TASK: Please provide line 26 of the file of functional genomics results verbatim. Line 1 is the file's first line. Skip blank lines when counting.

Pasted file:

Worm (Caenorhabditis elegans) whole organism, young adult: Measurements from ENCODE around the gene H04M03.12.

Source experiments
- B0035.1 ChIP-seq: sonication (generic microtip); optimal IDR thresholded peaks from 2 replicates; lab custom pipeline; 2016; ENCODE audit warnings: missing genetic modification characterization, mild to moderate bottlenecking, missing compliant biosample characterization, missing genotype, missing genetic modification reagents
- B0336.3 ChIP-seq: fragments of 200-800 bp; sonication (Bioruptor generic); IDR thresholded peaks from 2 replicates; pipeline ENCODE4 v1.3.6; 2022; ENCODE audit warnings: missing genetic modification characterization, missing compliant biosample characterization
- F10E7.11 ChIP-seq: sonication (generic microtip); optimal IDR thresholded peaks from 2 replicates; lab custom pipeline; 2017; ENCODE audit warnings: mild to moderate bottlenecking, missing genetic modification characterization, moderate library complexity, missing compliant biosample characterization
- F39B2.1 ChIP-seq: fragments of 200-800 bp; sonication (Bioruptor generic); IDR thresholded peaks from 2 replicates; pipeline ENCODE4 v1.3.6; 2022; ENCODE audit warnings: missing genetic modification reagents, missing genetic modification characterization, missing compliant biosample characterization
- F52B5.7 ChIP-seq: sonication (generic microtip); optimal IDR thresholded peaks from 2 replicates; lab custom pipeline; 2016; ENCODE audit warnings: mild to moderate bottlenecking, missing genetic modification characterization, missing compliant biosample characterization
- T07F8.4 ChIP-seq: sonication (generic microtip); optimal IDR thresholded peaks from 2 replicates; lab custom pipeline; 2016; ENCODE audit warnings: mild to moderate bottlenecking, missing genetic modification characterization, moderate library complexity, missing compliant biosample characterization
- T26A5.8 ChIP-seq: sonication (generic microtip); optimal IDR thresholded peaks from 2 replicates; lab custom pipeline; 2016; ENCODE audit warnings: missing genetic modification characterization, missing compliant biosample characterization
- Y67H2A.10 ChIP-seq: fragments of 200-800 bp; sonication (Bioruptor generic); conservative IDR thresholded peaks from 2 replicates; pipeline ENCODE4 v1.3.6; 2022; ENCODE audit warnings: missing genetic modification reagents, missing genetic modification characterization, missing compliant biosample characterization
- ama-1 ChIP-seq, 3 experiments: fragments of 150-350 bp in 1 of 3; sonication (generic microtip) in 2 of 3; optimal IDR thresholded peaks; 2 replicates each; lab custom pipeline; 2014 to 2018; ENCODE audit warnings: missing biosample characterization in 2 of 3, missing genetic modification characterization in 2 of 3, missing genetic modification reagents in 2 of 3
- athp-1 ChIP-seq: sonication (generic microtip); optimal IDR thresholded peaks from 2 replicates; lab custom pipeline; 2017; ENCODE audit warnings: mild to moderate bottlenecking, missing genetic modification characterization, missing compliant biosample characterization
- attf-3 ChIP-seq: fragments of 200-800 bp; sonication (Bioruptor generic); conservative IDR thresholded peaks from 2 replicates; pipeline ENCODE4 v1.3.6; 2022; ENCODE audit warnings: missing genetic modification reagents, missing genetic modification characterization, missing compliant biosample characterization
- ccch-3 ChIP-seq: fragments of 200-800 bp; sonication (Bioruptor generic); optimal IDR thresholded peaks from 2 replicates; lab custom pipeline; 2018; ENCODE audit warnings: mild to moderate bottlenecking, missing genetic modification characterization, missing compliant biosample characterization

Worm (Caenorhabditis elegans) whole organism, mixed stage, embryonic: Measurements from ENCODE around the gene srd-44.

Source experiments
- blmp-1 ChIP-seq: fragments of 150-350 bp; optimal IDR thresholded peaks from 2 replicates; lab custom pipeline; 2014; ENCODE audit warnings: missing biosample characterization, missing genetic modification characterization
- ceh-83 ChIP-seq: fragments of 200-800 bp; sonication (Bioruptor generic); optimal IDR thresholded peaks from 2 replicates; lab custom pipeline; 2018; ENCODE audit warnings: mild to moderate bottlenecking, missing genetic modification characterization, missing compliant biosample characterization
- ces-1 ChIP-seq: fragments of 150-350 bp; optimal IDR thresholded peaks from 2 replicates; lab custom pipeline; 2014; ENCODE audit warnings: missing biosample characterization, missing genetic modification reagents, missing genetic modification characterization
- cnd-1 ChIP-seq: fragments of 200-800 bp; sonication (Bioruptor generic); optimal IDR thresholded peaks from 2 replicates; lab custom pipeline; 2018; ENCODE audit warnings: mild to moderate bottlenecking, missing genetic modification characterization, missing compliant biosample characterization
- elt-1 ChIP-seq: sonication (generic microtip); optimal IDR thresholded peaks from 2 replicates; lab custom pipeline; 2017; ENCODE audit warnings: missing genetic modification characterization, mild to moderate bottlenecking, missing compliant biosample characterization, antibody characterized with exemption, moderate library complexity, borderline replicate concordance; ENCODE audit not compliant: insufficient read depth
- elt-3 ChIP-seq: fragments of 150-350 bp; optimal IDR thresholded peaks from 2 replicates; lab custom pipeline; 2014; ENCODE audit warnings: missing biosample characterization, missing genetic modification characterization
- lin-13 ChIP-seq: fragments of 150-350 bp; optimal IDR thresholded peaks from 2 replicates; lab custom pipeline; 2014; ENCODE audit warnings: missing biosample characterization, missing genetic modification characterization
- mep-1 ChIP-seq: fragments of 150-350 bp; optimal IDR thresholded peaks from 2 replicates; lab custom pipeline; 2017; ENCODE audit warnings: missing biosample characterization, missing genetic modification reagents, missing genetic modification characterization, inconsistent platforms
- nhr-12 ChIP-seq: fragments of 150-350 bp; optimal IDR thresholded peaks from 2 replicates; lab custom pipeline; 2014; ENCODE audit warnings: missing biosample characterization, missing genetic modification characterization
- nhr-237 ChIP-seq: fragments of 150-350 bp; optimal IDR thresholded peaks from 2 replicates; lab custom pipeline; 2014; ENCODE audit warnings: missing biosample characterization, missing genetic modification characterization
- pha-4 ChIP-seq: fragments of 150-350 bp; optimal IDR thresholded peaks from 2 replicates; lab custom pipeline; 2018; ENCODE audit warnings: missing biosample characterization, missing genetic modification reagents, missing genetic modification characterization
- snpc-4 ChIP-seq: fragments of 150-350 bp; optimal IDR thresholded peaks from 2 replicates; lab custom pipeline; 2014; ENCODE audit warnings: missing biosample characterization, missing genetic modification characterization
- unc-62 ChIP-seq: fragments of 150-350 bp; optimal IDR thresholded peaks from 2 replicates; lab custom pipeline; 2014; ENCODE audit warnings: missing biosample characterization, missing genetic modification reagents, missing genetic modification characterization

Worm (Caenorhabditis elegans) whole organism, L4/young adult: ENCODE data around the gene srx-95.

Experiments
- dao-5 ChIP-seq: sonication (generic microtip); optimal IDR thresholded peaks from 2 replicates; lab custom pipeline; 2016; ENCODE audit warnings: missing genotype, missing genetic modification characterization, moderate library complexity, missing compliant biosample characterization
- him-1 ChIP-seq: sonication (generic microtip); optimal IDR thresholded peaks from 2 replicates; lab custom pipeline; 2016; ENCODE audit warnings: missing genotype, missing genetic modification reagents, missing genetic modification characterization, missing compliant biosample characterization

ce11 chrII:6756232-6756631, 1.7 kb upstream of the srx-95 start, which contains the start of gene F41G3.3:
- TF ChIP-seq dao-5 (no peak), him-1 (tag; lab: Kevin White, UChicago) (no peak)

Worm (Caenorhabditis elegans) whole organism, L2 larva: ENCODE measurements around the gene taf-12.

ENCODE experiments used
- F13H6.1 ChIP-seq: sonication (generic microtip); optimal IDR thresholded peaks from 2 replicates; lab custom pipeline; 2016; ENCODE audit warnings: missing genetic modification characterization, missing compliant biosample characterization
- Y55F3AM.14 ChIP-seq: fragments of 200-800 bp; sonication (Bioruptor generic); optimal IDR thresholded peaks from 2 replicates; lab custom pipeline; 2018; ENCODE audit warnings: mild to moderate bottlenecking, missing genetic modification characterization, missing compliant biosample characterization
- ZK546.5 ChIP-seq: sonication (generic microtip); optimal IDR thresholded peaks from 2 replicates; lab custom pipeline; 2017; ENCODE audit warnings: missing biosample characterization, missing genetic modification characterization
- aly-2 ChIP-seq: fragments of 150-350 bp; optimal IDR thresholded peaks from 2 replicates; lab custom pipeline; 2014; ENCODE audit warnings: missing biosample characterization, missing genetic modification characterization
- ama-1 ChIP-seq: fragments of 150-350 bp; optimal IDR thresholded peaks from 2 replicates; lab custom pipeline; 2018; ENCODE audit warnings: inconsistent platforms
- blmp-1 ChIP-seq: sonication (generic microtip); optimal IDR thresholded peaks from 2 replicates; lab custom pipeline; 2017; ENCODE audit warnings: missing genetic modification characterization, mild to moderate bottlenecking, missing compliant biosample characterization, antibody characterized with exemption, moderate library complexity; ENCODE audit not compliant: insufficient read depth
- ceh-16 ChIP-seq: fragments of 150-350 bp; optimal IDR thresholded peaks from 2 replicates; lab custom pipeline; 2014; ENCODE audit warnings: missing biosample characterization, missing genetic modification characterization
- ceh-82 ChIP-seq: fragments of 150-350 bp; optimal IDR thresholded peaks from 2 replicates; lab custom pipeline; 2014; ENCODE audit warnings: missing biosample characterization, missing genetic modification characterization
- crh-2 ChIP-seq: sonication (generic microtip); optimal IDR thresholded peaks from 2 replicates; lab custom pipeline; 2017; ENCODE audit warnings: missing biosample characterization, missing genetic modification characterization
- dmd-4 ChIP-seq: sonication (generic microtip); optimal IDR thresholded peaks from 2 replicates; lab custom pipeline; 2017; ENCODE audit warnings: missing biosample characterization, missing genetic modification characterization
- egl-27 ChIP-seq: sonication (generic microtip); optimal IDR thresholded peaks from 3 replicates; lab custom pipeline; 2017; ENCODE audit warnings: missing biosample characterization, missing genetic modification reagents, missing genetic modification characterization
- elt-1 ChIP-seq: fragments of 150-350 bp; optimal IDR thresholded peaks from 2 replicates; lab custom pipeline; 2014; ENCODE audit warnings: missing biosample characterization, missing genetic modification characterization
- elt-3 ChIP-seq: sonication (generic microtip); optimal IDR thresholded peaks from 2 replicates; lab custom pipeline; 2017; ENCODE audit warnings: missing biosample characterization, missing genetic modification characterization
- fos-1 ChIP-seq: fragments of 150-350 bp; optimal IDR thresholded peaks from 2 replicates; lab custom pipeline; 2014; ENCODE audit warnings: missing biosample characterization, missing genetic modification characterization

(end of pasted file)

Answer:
- nhr-237 ChIP-seq: fragments of 150-350 bp; optimal IDR thresholded peaks from 2 replicates; lab custom pipeline; 2014; ENCODE audit warnings: missing biosample characterization, missing genetic modification characterization